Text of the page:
They Think You’re Stupid

This is the third article in the series, “Faith Seeking Understanding” .

Do you remember during the reformation when they said, “Ad Fontes, back to the Latin Vulgate?” Yeah, me neither. Yet this is the kind of rhetoric that props up the critical texts. Every convert from the critical text position to the TR position has a moment where they realize that many of the attacks against the TR are simply attacks against the history and theology that they believe in. It’s a very similar experience that many people have when they realize that the mainstream media has been lying to them about almost everything. See this quote from James White just two days ago.

“The reformers and puritans would have used what we have today [the modern critical Greek text, they just did not have it], there is no question about that, and I would simply challenge the whole idea of a singular text of the Reformation. There was a general … uhhh …. 11th to 14th century primarily Byzantine manuscript tradition text that was used in general, but if you really want the text of the reformation, (let’s be honest) it was the Latin Vulgate. I mean, I mean, they, most of the reformers were significantly better in Latin (they spoke and preached and everything else in Latin) than they were in Greek .”

Ironically, this quote could serve as a “red pill” for many people in conservative Christianity. White would have you believe that the text of the Reformation was actually the Latin Vulgate. That the visible church, which, as White often says was captive to the Vulgate for 1,000 years, decided to continue defending the very text that had held them captive. Yes, the very text that the Papists defended, was in fact the text of the Reformation. It’s as if the Reformers had Stockholm syndrome and defended their abuser.

The only conclusion that I can draw from this is that these people genuinely believe that their audience is stupid. They think that you are stupid. If this quote is indeed true, we have to rewrite the entire history of the Reformation, where the Reformers defended the Latin Vulgate and weren’t able to translate ancient works from Greek into Latin without BDAG. This kind of defense of the critical texts is actually a beautiful boon to the church, because anybody with a basic understanding of Reformation history knows that the text of the reformation was not the Latin Vulgate. In fact, the Latin Vulgate was officially the text of the counter reformation, codified at the Council of Trent.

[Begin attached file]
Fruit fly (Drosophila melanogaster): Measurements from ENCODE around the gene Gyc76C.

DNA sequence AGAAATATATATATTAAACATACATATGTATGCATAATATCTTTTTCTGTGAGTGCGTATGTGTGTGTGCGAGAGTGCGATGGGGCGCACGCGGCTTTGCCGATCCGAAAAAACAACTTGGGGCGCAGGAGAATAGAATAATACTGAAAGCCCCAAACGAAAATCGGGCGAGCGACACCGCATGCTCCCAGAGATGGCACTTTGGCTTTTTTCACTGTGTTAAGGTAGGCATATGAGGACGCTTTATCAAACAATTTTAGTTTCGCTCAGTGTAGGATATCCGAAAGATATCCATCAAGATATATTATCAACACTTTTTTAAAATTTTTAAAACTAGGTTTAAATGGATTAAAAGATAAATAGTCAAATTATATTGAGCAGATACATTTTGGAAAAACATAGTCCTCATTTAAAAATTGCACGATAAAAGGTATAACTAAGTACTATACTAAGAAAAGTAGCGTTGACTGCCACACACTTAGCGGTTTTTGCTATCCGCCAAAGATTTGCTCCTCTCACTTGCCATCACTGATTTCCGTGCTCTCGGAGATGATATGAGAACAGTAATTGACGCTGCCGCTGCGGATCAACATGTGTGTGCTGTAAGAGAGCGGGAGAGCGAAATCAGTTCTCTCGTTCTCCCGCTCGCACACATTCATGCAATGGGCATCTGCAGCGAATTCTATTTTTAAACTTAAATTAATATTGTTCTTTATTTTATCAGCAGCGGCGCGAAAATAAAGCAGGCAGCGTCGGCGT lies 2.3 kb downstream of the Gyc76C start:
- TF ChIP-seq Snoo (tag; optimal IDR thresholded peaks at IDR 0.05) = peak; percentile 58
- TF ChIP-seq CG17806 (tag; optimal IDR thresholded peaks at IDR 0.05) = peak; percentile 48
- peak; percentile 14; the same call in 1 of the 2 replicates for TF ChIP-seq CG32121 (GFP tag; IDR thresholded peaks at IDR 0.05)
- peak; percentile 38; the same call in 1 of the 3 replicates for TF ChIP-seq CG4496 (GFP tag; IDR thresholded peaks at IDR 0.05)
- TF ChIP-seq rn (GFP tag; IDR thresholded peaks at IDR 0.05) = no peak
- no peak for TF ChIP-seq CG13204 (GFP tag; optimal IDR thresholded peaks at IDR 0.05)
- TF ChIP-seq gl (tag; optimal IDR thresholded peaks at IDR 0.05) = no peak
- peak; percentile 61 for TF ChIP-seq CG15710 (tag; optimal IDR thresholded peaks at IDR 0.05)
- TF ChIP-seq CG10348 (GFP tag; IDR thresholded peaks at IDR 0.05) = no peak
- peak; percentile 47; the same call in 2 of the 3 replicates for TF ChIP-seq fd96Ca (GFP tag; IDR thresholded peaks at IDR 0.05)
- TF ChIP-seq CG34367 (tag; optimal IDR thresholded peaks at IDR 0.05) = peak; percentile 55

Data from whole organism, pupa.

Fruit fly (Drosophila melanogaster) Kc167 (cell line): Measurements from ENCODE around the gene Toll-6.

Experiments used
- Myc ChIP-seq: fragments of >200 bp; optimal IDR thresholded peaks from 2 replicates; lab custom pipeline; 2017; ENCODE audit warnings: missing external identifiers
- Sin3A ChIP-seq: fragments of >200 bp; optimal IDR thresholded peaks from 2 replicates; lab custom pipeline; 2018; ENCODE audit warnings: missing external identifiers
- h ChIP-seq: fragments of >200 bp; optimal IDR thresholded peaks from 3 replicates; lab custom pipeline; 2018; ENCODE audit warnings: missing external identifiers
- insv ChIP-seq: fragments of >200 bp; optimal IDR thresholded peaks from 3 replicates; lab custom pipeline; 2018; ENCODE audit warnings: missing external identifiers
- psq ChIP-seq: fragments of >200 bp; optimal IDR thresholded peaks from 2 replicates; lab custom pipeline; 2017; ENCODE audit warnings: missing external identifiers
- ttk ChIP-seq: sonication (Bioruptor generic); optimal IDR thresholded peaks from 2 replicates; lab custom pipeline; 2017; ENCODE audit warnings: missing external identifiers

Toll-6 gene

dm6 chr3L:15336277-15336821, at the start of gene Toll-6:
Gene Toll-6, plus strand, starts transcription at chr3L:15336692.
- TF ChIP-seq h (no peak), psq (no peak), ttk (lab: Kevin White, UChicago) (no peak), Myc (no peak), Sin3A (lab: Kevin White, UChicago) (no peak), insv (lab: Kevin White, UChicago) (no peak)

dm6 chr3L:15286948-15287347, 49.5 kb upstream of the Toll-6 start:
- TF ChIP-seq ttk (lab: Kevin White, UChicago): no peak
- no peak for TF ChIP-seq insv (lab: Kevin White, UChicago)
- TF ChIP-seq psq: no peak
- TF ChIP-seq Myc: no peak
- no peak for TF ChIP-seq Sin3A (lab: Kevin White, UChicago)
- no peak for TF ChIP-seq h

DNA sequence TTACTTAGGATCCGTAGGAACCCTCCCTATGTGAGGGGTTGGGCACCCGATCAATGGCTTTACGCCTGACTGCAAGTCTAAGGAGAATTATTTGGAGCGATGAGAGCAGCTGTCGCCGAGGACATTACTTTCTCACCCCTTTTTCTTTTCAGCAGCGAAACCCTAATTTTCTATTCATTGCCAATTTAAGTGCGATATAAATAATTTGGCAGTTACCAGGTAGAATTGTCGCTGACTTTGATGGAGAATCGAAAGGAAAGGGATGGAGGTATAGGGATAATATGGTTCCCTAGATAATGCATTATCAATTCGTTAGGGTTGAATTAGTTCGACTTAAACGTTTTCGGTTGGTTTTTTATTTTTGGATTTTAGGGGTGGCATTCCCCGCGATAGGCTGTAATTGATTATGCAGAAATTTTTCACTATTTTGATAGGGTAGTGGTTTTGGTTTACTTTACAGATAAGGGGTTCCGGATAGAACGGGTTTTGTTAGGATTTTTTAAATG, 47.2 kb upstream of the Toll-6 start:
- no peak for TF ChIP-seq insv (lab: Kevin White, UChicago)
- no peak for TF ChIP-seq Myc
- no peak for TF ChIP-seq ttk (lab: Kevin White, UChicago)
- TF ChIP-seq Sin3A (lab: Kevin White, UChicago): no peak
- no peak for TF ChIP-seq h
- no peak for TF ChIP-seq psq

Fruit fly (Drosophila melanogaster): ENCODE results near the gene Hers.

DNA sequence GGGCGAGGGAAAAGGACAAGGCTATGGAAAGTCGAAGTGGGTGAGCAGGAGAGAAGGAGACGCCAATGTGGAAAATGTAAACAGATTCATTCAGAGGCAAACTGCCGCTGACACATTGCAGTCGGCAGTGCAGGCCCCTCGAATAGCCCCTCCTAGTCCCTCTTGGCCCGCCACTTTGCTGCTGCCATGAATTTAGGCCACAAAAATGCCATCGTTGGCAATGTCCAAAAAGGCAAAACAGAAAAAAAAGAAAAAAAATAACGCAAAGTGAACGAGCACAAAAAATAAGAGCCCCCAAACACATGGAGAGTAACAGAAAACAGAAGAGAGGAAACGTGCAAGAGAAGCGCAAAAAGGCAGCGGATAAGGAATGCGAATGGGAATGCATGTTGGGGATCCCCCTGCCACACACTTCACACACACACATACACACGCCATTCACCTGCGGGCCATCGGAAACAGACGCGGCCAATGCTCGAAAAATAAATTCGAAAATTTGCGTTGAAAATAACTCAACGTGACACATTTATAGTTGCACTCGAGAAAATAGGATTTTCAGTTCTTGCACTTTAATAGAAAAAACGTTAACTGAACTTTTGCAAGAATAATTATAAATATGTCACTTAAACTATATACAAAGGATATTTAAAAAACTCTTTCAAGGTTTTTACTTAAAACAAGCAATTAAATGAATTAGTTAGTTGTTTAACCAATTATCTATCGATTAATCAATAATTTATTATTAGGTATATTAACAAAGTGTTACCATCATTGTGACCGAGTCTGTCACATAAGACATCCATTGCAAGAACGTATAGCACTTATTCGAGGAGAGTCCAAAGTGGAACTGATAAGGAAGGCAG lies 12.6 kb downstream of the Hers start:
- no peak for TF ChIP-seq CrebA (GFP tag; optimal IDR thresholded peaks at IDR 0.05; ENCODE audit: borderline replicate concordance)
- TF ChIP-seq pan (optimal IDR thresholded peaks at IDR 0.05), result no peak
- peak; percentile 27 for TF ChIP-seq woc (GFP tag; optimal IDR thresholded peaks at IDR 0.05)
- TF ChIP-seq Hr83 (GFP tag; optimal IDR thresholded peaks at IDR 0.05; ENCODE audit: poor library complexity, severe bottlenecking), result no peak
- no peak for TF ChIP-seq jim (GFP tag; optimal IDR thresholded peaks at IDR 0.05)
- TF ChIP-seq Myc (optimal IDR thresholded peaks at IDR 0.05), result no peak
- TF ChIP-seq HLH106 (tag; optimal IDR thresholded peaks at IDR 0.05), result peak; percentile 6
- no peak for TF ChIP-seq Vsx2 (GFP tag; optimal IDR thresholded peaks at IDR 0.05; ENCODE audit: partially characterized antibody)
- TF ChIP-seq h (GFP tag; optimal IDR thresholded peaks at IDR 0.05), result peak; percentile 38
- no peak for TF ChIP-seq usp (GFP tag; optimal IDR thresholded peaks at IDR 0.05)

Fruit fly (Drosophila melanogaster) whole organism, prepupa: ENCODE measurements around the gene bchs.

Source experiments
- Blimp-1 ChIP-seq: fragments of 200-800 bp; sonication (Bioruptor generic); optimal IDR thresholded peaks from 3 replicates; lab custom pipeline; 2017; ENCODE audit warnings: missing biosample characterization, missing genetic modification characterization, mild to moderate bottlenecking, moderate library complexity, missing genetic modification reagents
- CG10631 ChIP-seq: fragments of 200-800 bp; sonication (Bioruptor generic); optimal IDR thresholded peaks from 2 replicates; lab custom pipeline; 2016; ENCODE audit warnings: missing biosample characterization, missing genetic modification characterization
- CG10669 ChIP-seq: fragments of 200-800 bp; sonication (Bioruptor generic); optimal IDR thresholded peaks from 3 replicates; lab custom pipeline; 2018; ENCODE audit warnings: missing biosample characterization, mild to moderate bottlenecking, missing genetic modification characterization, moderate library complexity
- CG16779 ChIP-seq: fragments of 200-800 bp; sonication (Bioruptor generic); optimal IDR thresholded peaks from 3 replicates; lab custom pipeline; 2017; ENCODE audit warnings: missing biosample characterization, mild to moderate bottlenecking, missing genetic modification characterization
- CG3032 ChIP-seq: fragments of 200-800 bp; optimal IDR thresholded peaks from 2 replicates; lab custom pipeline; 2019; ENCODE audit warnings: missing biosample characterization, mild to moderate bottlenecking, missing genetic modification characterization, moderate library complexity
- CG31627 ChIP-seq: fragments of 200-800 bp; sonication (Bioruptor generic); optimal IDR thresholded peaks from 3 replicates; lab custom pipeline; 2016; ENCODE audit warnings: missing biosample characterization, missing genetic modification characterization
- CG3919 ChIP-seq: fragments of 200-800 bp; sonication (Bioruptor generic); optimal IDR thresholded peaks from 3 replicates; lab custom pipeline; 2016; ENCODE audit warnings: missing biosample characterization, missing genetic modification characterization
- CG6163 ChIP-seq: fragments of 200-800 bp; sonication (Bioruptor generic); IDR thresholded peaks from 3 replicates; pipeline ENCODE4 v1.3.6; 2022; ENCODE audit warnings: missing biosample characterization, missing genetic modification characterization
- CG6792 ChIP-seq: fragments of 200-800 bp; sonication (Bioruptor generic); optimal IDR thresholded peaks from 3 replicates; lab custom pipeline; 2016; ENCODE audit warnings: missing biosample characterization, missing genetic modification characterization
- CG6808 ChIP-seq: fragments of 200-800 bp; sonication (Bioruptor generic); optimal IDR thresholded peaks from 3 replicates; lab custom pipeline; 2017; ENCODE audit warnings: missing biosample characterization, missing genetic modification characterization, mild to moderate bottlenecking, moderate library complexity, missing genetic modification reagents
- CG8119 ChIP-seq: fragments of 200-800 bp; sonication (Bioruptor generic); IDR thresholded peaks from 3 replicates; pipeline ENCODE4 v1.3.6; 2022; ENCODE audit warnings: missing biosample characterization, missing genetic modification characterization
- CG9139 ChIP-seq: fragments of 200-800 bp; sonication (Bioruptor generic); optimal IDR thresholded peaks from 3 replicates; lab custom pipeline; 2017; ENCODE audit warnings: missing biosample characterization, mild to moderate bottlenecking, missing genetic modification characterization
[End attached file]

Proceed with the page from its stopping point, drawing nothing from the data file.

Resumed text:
Now, from a very practical perspective, this is the kind of argument that might cause even the most average student of church history to pause. It is actually an argument that breaks out of the text-critical realm and into one that many more people have access to: church history. See, the vast majority of the church is generally unaware of textual scholarship. However, and thanks in large part to James White, a huge chunk of conservative Christians are quite familiar with Reformation history.

It should be apparent to everybody reading this article why mere fundamentalism doesn’t adequately explain the appeal to the TR when defending the critical text involves saying that the text of the Reformation was, unironically, the Latin Vulgate. Most importantly, our theology should be pulled from Scripture. As I noted in the last article in this series, the theology of the critical text is something along the lines of “quasi-preservation”. Instead of dealing with this, many choose to attack the historical account of the Reformation itself. The example in this article is probably the most obtuse that I have seen yet.

This is another reason why many flock to the majority text or TR position – the arguments for the critical text read more like conspiracy theories than an actual theological position. Now, an argument against something is not an argument in favor of another, I recognize that wholeheartedly. This article is not a defense of the TR. Rather, it is yet another reason, other than rabid fundamental emotionalism, why people begin to search outside of the critical text for answers about the bible they read.

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